, Volume 10, Issue 4, pp 455–464 | Cite as

Lead in Ammunition: A Persistent Threat to Health and Conservation

  • C. K. Johnson
  • T. R. Kelly
  • B. A. Rideout


Many scavenging bird populations have experienced abrupt declines across the globe, and intensive recovery activities have been necessary to sustain several species, including the critically endangered California condor (Gymnogyps californianus). Exposure to lead from lead-based ammunition is widespread in condors and lead toxicosis presents an immediate threat to condor recovery, accounting for the highest proportion of adult mortality. Lead contamination of carcasses across the landscape remains a serious threat to the health and sustainability of scavenging birds, and here we summarize recent evidence for exposure to lead-based ammunition and health implications across many species. California condors and other scavenging species are sensitive indicators of the occurrence of lead contaminated carcasses in the environment. Transdisciplinary science-based approaches have been critical to managing lead exposure in California condors and paving the way for use of non-lead ammunition in California. Similar transdisciplinary approaches are now needed to translate the science informing on this issue and establish education and outreach efforts that focus on concerns brought forth by key stakeholders.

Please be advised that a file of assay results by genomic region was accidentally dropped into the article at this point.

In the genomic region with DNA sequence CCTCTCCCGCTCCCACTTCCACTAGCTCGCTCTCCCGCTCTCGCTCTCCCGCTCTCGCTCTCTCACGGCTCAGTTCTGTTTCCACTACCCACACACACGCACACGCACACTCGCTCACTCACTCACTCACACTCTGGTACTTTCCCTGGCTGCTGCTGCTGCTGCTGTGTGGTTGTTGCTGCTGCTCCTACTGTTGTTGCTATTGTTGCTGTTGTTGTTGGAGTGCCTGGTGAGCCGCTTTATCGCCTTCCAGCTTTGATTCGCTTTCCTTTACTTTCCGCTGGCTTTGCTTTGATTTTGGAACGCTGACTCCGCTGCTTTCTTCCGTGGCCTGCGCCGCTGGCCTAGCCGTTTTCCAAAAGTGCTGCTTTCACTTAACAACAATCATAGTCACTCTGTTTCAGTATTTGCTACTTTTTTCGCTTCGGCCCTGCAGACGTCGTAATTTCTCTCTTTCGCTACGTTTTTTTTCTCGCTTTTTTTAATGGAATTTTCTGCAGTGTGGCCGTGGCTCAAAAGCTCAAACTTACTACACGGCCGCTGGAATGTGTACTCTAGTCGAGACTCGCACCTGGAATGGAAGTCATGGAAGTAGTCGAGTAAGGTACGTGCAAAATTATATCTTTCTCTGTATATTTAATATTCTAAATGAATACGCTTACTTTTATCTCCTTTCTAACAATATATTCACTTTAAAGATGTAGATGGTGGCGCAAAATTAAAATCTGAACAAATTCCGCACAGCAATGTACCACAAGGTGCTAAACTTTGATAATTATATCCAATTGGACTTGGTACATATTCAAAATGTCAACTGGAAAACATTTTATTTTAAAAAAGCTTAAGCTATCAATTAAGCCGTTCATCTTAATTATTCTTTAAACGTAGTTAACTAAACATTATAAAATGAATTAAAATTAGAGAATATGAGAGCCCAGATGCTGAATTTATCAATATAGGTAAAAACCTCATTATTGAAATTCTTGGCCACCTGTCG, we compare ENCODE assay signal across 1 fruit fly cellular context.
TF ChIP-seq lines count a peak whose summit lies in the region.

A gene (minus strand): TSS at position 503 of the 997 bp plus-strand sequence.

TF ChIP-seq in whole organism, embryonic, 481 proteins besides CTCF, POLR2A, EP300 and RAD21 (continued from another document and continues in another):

lead toxicosis wildlife scavenger condor 



We thank the editor for inviting this review. We acknowledge the Condor Recovery Team and the many agencies, organizations, and individuals who have dedicated their time to recovery of this species. We also thank Eric Loft, Steve Torres, Jesse Grantham, Walter Boyce, Robert Poppenga, and Tamara Vodovoz for their contributions to this work. Views presented by the coauthors do not necessarily represent the views of the Condor Recovery Program or US Fish and Wildlife Service.


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Copyright information

© International Association for Ecology and Health 2014

Authors and Affiliations

  1. 1.Wildlife Health Center, School of Veterinary MedicineUniversity of CaliforniaDavisUSA
  2. 2.Wildlife Disease Laboratories, Institute for Conservation ResearchSan Diego Zoo GlobalSan DiegoUSA

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